So what is the current status of the mobility hub development? We surveyed approximately 50 Dutch municipalities on their mobility hub plans. At the moment, less than a quarter of the municipalities already have mobility hubs, but half of the municipalities plan to realize these in the near future. Furthermore, the majority of municipalities are reducing parking requirements in new residential developments and allow for an additional reduction if car-sharing services are offered to new residents. Our observations confirm the trend that municipalities increasingly discourage car-ownership in new residential developments (“stick approach”), and encourage the provision of shared mobility services and hubs (”carrot approach”).
1. Reducing parking requirements
Multiple studies have concluded that parking requirements result in an oversupply of parking in new residential developments. A recent analysis of the parking supply of a housing association shows that parking requirements dictate the provision of 10 parking spots for 5 social housing apartments when 5 parking spots would have been more than enough to meet demand for parking.
Multiple studies also show that parking requirements affect the feasibility of new residential developments because the cost of providing for parking capacity is generally higher than what residents are willing to pay. This is especially true for underground parking garages.
As a result, many municipalities are reducing parking requirements, especially in inner city areas with good access to public transport.
2. Parking requirement reduction in exchange for car-sharing
Many Dutch municipalities reduce the parking requirement with 5 parking spots if a Real Estate developer offers 1 shared car, resulting in a net discount of 4 parking spots. Assuming that one underground parking spot costs €40,000 to build, this provides the Real Estate developer a cost saving of €160,000. This saving could partly be used to pay for the provision of shared mobility services.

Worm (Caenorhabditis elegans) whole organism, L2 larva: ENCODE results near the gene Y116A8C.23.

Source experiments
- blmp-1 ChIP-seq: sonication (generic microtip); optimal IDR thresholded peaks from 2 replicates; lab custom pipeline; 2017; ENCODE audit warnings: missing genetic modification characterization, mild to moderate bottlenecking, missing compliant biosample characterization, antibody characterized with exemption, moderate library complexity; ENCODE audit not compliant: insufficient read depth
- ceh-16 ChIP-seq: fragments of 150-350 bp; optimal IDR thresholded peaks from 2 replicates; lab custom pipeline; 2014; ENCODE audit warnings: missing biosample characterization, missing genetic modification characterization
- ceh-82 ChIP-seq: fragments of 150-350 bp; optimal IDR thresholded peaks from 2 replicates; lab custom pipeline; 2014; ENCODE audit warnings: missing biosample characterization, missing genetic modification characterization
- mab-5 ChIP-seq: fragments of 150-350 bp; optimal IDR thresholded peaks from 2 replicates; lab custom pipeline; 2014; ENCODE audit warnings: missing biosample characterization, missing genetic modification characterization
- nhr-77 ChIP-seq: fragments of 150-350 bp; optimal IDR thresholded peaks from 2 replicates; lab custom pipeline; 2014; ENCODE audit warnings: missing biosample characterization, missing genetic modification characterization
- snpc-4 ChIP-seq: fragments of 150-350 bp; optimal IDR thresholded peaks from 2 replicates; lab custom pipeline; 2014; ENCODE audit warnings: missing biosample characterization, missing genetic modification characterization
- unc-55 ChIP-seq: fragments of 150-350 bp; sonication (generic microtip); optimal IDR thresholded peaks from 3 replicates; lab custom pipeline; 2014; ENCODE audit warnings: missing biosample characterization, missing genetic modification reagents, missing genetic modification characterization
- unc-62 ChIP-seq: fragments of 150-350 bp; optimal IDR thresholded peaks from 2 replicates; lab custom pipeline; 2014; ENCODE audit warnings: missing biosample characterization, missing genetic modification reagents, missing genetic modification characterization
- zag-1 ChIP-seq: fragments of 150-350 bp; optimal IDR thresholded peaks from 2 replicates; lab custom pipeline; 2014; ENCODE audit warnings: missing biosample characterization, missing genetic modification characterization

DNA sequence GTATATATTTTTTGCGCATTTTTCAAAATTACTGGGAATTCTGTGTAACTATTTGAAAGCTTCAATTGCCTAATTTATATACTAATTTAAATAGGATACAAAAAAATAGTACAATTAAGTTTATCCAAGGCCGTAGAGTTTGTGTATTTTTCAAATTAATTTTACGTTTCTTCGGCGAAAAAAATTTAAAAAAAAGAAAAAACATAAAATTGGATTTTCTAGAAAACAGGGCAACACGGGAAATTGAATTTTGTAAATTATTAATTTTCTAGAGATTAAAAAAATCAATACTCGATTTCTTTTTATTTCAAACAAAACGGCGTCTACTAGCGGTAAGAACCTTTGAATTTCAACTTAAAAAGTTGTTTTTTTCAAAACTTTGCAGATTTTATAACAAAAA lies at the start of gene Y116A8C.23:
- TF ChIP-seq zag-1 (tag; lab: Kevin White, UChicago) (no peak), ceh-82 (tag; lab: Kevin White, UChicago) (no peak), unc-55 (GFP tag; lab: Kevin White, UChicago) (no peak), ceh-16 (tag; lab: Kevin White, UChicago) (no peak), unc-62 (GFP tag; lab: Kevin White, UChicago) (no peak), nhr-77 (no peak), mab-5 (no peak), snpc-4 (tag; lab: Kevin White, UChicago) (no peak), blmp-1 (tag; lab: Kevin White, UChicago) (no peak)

3. Shared mobility hub subscription to Real Estate tenants
More and more Real Estate developers and investors, in cooperation with shared mobility providers, provide their tenants with shared mobility services. Some offer a subscription service. This can be provided on top of other services offered by Real Estate operators (i.e. fitness subscriptions or co-working subscriptions).
A subscription model commonly used in practice works like this: a tenant pays a fixed amount of €20 per month and a variable amount of €5 per rental hour and €0.10 per kilometer.
How to scale the mobility hub development?
Almost every surveyed municipality indicated that they are struggling with developing mobility hubs because this requires reaching agreements with multiple stakeholders, each with their own interests, including providers of mobility (hub) services and Real Estate developers and investors. In these agreements municipalities can stipulate service level requirements for the shared (hub) service, to safeguard that the shared mobility hubs, supplied by providing parties, serve the public interest.
Examples of service level agreements from municipalities
- I.e. 95% guarantee that a shared vehicle is available at the requested time.
- I.e. minimum shared mobility service period of 10 years.
- I.e. shared mobility is also affordable for lower incomes.
- I.e. shared mobility services are integrated in multiple MaaS-solutions.
At the same time, municipalities should also offer room for private parties to gradually improve their mobility service offering. After all, mobility services are evolving rapidly over time and new modes (such as kick-scooters) are being introduced. Additionally, consumer preferences are constantly changing and both Real Estate developers and mobility providers should innovate to meet these changing preferences.
The way forward
Close collaboration between municipalities, mobility providers and Real Estate developers is key to scale shared mobility hubs in the Netherlands. This requires new types of public-private collaboration and support from third parties to shape these partnerships, and to ensure the promise of realizing mobility hubs in practice.